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Khary Randolph
Khary Randolph

The 6 Most Interesting Comics of the Week

Khary Randolph
Khary Randolph

Every week I write about the most interesting new comics hitting comic shops, bookstores, digital, and the web. Feel free to comment below if there's a comic you've read recently that you want to talk about or an upcoming comic that you'd like me to consider highlighting.

1. Spider-man #1

By Brian Michael Bendis and Sara Pichelli
Marvel Comics

One of the perceived goals of Marvel’s huge Secret Wars event is to give a “soft reboot” to their publishing line, allowing for alternate universe characters to ease into the main continuity. Because Secret Wars means the death of Marvel's Ultimate Universe, it allows Miles Morales a permanent spot in the canon. Since his first appearance in 2011 as the new Ultimate Spider-man (replacing Peter Parker when he was killed by the Green Goblin), the teenager has been a popular character and the first in Marvel’s attempts to bring diversity to their headline heroes.

In the post-Secret Wars, “All New, All Different” Marvel universe, Peter Parker is still Spider-man, but, now in his 30s, he acts as the elder Spidey to Miles's more classic teenage Spidey in Spider-man. Brian Michael Bendis, who wrote every issue of Ultimate Spider-man, retains creative control in this new series along with artist Sara Pichelli, who co-created the character with him.

2. Black

By Kwanza Osajyefo, Tim Smith III, Jamal Igle, and Khary Randolph
Kickstarter

A Kickstarter campaign launched February 1 will run for the duration of Black History Month to fund a new graphic novel that takes place in a world where only black people have superpowers. When a young man named Kareem Jenkins survives being gunned down by police, his superpowers—and the biggest secret in the world—are revealed.

Written by Kwanza Osajyefo—a former editor at DC Comics and an instrumental player in their first digital comic initiatives—and co-created by digital designer Tim Smith III, Black will be a 120-page graphic novel released in six digital installments, starting later this year assuming they reach their funding goal (which, as of this writing, looks like a sure bet).

2011 Inkpot Award-winning artist Jamal Igle (no stranger to successful Kickstarters with his creator-owned Molly Danger) and cover artist Khary Randolph (Teenage Mutant Ninja Turtles, The Boondocks) will provide the visuals, making this an exciting ensemble of black comics creators who are telling a story they’d probably not be able to tell with the “Big Two” publishers.

While Marvel and DC are going to great lengths to diversify their characters, there’s been a slower growth in diversity among the creators themselves. Even in the generally much more diverse world of indie comics, it seems like black creators are not getting their books noticed. This project, however, is off to a great start on its way to reaching its goal. If you’d like to support it, please go here.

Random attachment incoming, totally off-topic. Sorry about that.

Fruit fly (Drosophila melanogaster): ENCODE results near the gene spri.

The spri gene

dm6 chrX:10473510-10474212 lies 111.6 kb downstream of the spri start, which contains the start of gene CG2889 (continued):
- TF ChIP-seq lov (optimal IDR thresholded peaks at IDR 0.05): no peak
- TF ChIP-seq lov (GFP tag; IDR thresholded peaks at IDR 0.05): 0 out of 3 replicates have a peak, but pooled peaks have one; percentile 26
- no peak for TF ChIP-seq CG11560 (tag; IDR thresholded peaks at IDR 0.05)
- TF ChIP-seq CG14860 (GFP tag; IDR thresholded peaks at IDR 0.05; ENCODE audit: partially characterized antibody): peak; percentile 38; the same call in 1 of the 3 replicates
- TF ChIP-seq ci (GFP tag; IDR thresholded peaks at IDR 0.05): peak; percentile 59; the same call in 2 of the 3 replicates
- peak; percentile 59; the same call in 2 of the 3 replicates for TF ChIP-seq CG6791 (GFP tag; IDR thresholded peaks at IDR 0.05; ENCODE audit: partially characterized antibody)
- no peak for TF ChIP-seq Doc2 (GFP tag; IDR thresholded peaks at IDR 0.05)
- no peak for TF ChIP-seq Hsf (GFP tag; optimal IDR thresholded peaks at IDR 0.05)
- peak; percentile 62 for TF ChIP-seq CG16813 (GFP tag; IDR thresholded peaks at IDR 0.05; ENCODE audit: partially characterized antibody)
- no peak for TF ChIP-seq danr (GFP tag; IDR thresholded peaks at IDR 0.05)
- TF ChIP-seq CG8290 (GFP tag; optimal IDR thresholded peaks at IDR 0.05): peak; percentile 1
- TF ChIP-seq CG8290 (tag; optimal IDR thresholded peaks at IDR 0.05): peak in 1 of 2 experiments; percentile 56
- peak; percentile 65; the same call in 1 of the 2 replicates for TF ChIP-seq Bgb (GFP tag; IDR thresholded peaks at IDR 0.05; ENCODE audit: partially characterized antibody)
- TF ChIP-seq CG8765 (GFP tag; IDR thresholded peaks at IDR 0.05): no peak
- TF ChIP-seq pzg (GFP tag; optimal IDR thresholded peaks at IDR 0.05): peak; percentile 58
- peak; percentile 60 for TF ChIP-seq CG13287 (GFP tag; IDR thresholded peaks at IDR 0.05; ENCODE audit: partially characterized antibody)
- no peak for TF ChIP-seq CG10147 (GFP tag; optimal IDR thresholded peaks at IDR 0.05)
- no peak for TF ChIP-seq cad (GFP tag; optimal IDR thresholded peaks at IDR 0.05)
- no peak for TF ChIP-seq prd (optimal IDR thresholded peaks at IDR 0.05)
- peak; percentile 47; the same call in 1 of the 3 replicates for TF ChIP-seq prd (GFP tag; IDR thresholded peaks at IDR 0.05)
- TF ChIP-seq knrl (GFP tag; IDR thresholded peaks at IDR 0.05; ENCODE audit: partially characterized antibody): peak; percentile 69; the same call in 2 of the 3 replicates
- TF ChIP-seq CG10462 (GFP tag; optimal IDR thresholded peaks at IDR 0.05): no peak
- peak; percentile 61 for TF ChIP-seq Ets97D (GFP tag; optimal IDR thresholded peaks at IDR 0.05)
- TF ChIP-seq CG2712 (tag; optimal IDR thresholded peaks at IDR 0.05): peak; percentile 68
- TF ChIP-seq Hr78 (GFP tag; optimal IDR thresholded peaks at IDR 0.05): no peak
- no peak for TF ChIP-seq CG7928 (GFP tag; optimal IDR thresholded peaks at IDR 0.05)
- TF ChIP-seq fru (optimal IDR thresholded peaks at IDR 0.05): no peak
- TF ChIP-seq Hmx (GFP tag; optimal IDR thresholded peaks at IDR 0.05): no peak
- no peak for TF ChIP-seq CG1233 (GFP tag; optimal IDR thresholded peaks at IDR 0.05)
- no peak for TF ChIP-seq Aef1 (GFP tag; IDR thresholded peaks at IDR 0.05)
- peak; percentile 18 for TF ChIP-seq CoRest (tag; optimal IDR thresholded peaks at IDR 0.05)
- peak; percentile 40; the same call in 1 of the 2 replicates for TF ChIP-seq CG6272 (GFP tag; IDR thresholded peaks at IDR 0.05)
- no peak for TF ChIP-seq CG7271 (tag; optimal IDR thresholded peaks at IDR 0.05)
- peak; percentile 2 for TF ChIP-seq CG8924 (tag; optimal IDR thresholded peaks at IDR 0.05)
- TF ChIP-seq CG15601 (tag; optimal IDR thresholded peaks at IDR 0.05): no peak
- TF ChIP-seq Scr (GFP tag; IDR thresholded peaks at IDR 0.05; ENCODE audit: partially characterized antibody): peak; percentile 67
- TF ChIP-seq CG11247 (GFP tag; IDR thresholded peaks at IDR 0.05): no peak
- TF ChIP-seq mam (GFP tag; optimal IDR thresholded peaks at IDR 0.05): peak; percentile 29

3. The Tipping Point

By Various
Humanoids

Comics tend to be divided across three international boundaries: North American comics, Japanese manga, and European bande dessinée. Even though they all influence each other, it’s rare to see a book that brings together creators from all three sectors. That’s what esteemed European publisher Humanoids is doing with The Tipping Point, an interesting anthology that enlists 13 creators from across three different continents to tell stories that "explore the key moment when a clear-cut split occurs, a mutation, a personal revolt or a large-scale revolution that tips us from one world into another, from one life to an entirely new one.” Anyone who appreciates comics from an artistic standpoint will drool over the lineup for this book, which includes Paul Pope, Eddie Campbell, Boulet, Naoki Urasawa, Taiyô Matsumoto, Bastien Vivès, John Cassady and more.

It should be noted that the diversity of this lineup falls short at including any women. Coming on top of the controversy from France’s Angoulême festival, where 30 male cartoonists—and not a single woman—were nominated for a lifetime achievement award, this is an unfortunate oversight for a book looking to celebrate the world’s greatest comic creators. Still, you can’t say this isn’t a great lineup. If you happen to be a huge fan of all of them, there is a $500 “Ultra-Deluxe Limited Slipcase” edition that contains bookplates signed by each artist.

4. Prez Vol. 1: Corndog in Chief

By Mark Russell, Ben Caldwell and Mark Morales
DC Comics

Last year, DC Comics launched a string of new titles that looked and read quite differently from the typical “DC House Style” they’ve operated with in the past decade or so. In an effort to reach younger readers, they brought in some creators from outside of their usual stable of talent and tried out a handful of books that offered a different spin. Maybe the best and by far the most unusual of these titles was Prez by Mark Russell and Ben Caldwell. Revisiting a short-lived comic from the 1970s about a teenage boy who becomes President of the United States, this new Prez is set in the near future and is about a teenage girl who winds up as a write-in candidate in the presidential election after becoming Internet famous thanks to an embarrassing video involving a corn dog and a deep fryer.

In an election year where a reality TV star is leading the polls, this story doesn’t seem as outrageous as it was intended to be, but it is downright funny, with some looney social-political commentary like the cartoon dog mascot for the “Pharmaduke” pharmaceutical corporation and Carl, the robotic “End-of-Life Bear” who gives out hugs and marijuana for terminally ill patients. Being so unlike what the typical DC Comic buyer might expect, this six-issue series didn’t exactly burn up the sales chart, but hopefully it will get a second look with a collected edition hitting bookstores this week.

5. #HourlyComicsDay

Sarah Becan